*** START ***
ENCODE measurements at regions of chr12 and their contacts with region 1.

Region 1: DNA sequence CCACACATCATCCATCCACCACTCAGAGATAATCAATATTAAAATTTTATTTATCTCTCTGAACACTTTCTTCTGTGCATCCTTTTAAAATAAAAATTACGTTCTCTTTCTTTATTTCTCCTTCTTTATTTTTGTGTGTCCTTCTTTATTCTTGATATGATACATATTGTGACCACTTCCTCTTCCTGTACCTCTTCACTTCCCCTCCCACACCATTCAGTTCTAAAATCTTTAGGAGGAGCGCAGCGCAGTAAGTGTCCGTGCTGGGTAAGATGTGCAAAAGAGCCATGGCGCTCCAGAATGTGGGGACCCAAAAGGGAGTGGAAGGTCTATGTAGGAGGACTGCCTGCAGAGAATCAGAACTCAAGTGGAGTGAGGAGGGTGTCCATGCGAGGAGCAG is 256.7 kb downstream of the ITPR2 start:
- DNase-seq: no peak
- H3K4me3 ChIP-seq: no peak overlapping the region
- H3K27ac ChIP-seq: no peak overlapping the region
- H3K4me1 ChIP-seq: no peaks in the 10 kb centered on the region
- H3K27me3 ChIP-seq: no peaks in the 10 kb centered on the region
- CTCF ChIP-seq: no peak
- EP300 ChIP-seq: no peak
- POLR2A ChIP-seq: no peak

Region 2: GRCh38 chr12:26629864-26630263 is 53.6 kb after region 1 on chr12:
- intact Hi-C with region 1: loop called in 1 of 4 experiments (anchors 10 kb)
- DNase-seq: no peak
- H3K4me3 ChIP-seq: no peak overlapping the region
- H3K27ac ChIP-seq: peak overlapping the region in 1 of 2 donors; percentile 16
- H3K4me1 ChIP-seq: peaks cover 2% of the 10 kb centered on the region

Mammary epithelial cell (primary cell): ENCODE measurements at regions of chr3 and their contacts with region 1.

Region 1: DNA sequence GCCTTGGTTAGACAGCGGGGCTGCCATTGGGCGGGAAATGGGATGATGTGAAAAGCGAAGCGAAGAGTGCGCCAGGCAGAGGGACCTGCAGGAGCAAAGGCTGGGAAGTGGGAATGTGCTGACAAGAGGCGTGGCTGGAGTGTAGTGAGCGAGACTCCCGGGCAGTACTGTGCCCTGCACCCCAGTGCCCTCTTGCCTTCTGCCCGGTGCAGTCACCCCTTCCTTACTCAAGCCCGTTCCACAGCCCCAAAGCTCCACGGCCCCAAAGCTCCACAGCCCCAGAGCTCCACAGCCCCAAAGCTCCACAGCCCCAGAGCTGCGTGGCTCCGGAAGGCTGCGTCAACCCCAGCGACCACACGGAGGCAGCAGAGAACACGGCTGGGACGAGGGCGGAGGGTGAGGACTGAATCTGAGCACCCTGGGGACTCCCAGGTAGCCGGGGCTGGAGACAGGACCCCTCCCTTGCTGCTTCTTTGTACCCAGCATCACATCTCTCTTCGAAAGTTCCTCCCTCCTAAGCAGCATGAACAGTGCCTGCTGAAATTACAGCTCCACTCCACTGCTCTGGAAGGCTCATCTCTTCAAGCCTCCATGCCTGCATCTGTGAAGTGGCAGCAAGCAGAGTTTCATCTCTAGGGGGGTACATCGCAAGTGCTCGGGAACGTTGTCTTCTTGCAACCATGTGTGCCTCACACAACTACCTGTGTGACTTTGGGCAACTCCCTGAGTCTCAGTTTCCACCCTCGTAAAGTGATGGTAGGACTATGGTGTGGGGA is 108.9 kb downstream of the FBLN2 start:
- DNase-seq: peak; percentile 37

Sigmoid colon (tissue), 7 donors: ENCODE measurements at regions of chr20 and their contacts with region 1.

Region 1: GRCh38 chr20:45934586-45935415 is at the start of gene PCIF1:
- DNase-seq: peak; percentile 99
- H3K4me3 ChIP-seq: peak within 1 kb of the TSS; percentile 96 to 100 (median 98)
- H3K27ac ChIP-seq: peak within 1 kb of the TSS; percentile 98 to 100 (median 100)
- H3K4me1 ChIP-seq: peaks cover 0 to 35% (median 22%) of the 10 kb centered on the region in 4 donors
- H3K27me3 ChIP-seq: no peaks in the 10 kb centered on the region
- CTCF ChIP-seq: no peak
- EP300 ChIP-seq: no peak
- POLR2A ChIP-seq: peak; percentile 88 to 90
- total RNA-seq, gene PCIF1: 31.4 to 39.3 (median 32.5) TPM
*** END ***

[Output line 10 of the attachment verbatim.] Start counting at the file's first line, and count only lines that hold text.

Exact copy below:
- POLR2A ChIP-seq: no peak